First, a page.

Washington Book Prize
The George Washington Book Prize recognizes the year’s best books on the nation’s founding era, especially those that have the potential to advance broad public understanding of American history.
Nick Bunker Wins 2015 George Washington Book Prize with Vivid Countdown of Events Leading to the
His Empire on the Edge receives the $50,000 Prize at a gala event hosted Wednesday evening by Mount Vernon.
The winner of one of the nation’s largest literary awards, the George Washington Book Prize, was announced Wednesday evening, May 20, at a black-tie gala at George Washington’s Mount Vernon. The $50,000 prize went to Nick Bunker’s An Empire on the Edge: How Britain Came to Fight America (Knopf).
The George Washington Book Prize honors the year’s best new books on early American history, especially books that are written for a broad audience. The three institutions that sponsor the prestigious prize — Washington College, the Gilder Lehrman Institute of American History, and George Washington’s Mount Vernon — are devoted to furthering historical scholarship that contributes to the public understanding of the American Revolution and the founding era.
An Empire on the Edge is a probing account of Great Britain’s internal political and financial tensions on the eve of revolution. Drawing on a careful study of primary sources from Britain and the United States, Bunker crafts a compelling story of the deepening antagonism between England and her colonies, giving equal weight to the commercial as well as the political ambitions of the British Empire. Bunker’s series of fully visualized scenes of familiar events like the Boston Tea Party and lesser-known episodes such as the Gaspee Affair, provides a nuanced description of the Anglo-American conflict.
An independent scholar in Lincolnshire, England, Bunker was formerly a journalist for the Financial Times and an investment banker. Bunker’s background in finance is evident in his insightful portrait of London’s speculative cycles, the financial woes of the East India Company, and the networks of global trade that put the imperial system “slipping into ruin.”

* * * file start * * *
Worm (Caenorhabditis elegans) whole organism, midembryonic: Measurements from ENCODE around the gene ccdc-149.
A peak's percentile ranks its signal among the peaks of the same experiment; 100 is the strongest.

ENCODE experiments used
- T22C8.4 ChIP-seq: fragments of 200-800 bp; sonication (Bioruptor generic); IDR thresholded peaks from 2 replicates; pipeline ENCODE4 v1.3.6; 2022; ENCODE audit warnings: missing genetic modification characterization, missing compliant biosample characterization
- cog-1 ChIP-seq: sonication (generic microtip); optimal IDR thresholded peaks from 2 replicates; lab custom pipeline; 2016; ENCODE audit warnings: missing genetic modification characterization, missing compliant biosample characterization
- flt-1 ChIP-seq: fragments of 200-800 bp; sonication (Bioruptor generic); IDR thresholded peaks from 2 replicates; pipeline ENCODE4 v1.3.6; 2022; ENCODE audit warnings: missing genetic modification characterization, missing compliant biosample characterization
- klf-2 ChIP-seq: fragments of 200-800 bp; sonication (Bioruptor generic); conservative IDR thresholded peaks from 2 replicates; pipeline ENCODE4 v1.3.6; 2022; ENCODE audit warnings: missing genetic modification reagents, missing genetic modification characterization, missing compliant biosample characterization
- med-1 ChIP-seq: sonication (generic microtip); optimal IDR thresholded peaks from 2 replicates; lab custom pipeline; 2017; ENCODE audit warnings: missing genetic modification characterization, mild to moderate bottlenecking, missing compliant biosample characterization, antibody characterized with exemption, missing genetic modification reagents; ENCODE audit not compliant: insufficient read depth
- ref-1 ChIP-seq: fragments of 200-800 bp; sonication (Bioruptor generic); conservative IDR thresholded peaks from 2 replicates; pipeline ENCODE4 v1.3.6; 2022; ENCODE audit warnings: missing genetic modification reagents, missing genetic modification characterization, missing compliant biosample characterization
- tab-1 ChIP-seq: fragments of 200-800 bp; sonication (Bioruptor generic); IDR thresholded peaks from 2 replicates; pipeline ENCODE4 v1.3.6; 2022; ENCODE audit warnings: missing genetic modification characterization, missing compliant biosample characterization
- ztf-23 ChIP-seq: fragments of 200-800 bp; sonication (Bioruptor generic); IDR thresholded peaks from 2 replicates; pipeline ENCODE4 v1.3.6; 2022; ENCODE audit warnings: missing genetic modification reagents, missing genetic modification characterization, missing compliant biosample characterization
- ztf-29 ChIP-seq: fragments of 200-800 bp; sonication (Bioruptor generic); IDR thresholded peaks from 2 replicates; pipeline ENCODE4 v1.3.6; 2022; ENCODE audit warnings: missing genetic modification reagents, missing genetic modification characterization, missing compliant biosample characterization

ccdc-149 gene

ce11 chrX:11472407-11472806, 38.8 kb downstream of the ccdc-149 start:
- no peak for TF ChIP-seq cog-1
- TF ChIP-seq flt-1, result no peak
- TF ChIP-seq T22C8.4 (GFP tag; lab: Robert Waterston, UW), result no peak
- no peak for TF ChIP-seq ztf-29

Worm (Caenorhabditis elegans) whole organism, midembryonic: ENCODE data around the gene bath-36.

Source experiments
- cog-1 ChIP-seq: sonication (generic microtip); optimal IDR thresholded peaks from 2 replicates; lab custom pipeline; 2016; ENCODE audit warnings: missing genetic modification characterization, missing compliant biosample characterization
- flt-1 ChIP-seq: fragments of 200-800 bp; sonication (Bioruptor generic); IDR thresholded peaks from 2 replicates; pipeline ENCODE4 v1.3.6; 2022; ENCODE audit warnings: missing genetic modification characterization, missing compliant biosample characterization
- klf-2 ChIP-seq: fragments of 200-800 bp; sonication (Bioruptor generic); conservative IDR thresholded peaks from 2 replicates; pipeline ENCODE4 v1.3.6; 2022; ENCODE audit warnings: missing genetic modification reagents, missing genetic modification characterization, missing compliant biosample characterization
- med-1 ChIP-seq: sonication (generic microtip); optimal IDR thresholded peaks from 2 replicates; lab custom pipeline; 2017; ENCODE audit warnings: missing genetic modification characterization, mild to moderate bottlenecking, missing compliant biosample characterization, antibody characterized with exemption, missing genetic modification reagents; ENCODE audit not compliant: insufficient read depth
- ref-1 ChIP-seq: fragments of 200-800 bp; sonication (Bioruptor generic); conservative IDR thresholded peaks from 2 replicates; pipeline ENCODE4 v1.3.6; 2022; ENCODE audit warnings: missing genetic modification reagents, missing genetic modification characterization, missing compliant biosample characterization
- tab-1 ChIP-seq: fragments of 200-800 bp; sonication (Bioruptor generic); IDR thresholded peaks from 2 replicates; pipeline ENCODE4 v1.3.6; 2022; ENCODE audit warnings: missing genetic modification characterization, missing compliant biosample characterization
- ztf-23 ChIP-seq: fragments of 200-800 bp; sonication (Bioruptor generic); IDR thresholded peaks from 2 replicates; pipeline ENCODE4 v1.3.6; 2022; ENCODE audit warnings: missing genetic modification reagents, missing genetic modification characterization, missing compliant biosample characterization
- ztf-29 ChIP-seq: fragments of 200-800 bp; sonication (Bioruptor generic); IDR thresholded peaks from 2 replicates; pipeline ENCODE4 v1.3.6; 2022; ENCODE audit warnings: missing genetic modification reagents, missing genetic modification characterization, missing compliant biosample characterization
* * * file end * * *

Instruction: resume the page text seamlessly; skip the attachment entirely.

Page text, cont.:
In addition to claiming the Washington Book Prize, An Empire on the Edge was recently announced as a finalist for the 2015 Pulitzer Prize in history, earning praise for its “bifocal perspective on the countdown to the American Revolution.” Empire on Edge is Bunker’s second book: he previously authored Making Haste from Babylon: The Mayflower Pilgrims and Their World: A New History (2010).
“Bunker’s book takes readers from the wharves of Boston to the halls of Parliament and the tea plantations of China,” said Adam Goodheart, Hodson Trust-Griswold Director of Washington College’s C.V. Starr Center for the Study of the American Experience, which administers the prize. “He shows us that the fate of the American colonies depended on events in all of those places. This is historical narrative at its most vivid and engrossing.”
The Mount Vernon event also honored the three other finalists for this year’s Washington Prize: Richard S. Dunn’s A Tale of Two Plantations: Slave Life and Labor in Jamaica and Virginia (Harvard University Press), François Furstenberg’s When the United States Spoke French: Five Refugees Who Shaped a Nation (Penguin) and Eric Nelson’s The Royalist Revolution: Monarchy and the American Founding (Harvard University Press).
Books are available for purchase at the College Bookstore.
About the Prize
Created in 2005, the George Washington Book Prize was presented that year to Ron Chernow for Alexander Hamilton. Other winners are Stacy Schiff (2006) for A Great Improvisation: Franklin, France, and the Birth of America, Charles Rappleye (2007) for Sons of Providence: The Brown Brothers, the Slave Trade, and the American Revolution, Marcus Rediker (2008) for The Slave Ship: A Human History, Annette Gordon-Reed (2009) for The Hemingses of Monticello: An American Family, which also won the Pulitzer Prize for History, the National Book Award and the Frederick Douglass Prize, and Richard Beeman (2010) for Plain, Honest Men: The Making of the American Constitution. In 2011, the Prize was awarded to Pauline Maier for Ratification: The People Debate the Constitution, 1787-1789 and in 2012 the winner was Maya Jasanoff for Liberty’s Exiles: American Loyalists in the Revolutionary World. The 2013 Prize was awarded to Stephen Brumwell for George Washington: Gentleman Warrior. The tenth Book Prize was awarded in 2014 to Andrew Jackson O’Shaughnessy for The Men Who Lost America: British Leadership, the American Revolution, and the Fate of the Empire.
The George Washington Book Prize recognizes the year’s best books on the nation’s founding era, especially those that have the potential to advance broad public understanding of American history. The $50,000 Prize is sponsored by Washington College, the Gilder Lehrman Institute of American History, and George Washington’s Mount Vernon.
Jean Wortman, George Washington Book Prize Coordinator
Telephone: (410) 810-7165
Fax: (410) 810-7175
Submissions should be sent to:
George Washington Book Prize
101 South Water Street
Chestertown, MD 21620
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